Chronic itch is symptomatic of many skin conditions and systemic diseases. Little is known about pathophysiological alterations in itch-signaling neural pathways associated with chronic itch. We used a mouse model of hindpaw chronic dry skin itch to investigate properties of presumptive itch-signaling neurons. Neurons in the lumbar superficial dorsal horn ipsilateral to hindpaw dry skin treatment exhibited a high level of spontaneous activity that was inhibited by scratching the plantar surface. Most spontaneously active units exhibited further increases in firing rate following intradermal injection of an agonist of the protease-activated receptor PAR-2, or histamine. The large majority of pruritogenresponsive units also responded to capsaicin and allyl isothiocyanate. For neurons ipsilateral to dry skin treatment, responses elicited by the PAR-2 agonist, but not histamine or mechanical stimuli, were significantly larger compared with neurons ipsilateral to vehicle (water) treatment or neurons recorded in naïve (untreated) mice. The spontaneous activity may signal ongoing itch, while enhanced PAR-2 agonist-evoked responses may underlie hyperknesis (enhanced itch), both of which are symptomatic of many chronic itch conditions. The enhancement of neuronal responses evoked by the PAR-2 agonist, but not by histamine or mechanical stimuli, implies that the dry skin condition selectively sensitized PAR-2 agonist-sensitive primary afferent pruriceptors.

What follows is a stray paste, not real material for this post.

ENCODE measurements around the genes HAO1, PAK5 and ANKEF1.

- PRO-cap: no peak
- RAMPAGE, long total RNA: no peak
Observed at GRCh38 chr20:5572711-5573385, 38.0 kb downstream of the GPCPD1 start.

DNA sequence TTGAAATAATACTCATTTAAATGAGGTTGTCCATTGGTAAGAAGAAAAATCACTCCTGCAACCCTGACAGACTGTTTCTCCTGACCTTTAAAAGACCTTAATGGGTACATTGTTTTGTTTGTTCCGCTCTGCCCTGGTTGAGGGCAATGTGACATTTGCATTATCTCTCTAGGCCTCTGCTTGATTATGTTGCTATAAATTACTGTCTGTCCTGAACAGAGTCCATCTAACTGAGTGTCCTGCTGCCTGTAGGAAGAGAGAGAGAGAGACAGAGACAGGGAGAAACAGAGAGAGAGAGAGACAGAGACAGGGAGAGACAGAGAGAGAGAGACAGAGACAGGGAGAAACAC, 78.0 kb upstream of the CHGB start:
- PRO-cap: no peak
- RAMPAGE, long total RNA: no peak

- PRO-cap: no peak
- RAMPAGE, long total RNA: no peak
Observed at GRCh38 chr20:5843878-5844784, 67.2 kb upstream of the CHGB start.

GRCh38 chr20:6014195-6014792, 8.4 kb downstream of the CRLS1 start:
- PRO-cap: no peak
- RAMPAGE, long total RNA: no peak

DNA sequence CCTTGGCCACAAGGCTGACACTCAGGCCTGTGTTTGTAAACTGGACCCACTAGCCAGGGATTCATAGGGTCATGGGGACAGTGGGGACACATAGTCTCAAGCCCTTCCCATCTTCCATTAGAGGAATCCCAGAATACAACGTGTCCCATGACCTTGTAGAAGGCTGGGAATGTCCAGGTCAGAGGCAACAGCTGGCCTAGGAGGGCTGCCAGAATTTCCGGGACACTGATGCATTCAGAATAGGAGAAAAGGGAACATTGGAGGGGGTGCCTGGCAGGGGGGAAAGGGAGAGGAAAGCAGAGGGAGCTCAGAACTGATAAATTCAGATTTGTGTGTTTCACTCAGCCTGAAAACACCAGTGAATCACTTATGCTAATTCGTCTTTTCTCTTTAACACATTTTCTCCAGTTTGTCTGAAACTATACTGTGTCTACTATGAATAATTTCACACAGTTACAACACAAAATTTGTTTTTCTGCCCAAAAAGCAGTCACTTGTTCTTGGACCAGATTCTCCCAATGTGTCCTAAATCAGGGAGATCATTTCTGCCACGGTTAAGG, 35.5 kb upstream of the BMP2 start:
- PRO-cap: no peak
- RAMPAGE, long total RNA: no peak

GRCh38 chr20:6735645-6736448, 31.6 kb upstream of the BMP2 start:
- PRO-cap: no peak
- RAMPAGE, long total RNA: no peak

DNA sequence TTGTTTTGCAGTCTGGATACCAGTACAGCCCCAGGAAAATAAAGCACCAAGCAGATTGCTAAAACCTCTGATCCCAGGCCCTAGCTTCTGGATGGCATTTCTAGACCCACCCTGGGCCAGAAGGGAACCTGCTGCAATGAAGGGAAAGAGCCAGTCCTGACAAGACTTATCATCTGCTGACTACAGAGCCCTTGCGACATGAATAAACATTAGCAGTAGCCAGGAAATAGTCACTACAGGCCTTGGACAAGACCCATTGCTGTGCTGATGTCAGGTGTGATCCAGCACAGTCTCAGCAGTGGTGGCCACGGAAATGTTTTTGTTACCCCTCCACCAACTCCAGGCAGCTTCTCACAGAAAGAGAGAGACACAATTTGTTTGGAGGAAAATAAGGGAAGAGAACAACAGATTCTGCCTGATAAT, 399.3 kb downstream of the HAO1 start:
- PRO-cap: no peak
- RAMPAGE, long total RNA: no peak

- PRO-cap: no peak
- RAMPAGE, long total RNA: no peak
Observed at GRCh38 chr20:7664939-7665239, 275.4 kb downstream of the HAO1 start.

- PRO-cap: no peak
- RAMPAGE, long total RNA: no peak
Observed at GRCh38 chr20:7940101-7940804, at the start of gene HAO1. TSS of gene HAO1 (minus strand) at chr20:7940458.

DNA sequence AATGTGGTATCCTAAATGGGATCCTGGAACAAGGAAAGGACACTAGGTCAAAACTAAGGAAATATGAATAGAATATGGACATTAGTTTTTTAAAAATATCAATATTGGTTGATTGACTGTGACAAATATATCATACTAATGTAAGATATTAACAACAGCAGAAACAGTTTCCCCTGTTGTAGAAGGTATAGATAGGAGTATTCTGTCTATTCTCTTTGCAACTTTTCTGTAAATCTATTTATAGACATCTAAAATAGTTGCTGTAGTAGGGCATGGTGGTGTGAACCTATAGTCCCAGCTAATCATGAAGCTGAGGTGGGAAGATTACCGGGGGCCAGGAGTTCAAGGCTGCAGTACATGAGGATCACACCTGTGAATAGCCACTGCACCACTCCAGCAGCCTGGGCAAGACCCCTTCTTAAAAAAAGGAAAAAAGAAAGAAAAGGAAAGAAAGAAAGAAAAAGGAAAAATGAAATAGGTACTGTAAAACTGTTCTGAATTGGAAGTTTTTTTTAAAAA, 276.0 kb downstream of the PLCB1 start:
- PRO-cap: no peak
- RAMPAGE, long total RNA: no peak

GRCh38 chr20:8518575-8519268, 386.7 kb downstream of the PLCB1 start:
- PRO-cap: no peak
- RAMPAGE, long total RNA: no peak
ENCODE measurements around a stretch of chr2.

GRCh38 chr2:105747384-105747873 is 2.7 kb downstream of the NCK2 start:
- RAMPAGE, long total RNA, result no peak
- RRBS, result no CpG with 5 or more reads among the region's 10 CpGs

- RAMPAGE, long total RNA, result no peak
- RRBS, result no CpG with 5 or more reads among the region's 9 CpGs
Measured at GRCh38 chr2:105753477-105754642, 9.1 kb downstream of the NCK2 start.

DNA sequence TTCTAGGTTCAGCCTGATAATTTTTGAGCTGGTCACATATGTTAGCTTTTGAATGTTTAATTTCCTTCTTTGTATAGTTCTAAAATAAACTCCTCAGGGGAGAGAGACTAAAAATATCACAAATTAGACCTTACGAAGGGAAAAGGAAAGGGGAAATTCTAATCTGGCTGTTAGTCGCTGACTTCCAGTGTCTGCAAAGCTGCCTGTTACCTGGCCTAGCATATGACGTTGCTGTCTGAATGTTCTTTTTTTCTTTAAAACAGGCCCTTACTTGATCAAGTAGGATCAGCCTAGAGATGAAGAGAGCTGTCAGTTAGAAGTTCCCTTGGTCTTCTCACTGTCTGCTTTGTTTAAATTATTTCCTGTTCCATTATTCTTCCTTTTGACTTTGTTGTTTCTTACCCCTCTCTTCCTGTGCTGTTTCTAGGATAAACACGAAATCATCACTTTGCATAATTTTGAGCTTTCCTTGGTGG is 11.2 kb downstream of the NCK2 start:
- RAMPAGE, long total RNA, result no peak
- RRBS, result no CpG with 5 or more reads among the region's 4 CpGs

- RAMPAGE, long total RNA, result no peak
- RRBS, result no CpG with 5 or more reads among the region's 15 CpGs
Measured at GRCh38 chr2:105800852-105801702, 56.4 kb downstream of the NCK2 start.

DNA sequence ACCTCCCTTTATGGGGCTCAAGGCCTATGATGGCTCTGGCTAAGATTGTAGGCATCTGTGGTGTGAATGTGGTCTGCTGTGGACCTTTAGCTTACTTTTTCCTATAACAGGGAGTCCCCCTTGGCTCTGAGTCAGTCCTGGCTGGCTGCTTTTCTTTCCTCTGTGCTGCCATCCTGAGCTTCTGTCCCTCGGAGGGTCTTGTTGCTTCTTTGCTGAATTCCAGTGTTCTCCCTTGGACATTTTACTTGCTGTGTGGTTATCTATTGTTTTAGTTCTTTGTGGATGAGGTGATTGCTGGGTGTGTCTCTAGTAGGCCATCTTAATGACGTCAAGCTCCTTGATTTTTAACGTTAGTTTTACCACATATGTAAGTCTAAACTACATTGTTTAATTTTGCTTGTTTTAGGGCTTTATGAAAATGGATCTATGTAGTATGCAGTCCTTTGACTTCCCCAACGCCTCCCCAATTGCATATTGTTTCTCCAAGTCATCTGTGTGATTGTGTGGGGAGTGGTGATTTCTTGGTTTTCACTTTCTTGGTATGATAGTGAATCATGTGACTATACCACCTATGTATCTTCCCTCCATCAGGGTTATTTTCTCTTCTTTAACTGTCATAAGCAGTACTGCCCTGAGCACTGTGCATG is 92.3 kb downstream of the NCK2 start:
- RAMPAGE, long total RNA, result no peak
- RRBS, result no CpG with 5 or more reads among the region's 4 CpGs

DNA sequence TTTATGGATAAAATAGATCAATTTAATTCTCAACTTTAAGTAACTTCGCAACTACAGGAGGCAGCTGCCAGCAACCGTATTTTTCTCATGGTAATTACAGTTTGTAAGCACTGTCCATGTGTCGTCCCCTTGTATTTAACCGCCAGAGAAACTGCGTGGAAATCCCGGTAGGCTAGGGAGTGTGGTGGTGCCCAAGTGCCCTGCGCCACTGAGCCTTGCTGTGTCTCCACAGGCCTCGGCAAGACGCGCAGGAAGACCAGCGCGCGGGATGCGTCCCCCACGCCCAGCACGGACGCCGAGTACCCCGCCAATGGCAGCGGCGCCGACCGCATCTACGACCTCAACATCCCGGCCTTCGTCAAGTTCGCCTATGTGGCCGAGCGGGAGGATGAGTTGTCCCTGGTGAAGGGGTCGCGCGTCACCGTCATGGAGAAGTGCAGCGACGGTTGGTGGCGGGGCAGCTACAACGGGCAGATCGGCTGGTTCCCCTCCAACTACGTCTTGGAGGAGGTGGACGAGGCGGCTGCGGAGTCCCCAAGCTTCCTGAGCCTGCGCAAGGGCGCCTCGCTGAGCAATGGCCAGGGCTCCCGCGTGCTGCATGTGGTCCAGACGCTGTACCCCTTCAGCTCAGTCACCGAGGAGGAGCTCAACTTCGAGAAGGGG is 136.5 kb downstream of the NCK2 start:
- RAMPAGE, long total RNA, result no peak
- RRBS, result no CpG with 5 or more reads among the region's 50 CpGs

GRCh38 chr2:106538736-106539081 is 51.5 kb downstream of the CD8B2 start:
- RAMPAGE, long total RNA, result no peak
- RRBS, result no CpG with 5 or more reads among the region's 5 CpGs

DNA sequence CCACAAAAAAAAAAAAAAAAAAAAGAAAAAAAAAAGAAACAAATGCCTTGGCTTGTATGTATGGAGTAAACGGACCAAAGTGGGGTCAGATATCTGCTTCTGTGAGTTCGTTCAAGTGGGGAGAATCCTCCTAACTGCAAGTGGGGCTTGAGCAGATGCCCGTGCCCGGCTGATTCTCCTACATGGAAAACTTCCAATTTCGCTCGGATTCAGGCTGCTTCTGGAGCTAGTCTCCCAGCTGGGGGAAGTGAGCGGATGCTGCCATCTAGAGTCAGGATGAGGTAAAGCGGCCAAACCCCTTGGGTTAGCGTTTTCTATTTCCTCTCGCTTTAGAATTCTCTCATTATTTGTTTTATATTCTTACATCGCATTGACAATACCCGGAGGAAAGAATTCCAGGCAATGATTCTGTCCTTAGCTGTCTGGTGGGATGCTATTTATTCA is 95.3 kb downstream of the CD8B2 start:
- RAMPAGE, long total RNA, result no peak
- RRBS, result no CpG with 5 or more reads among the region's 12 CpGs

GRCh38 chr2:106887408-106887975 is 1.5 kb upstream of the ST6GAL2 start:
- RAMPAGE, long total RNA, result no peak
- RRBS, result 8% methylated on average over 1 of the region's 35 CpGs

- Protease-activated receptor
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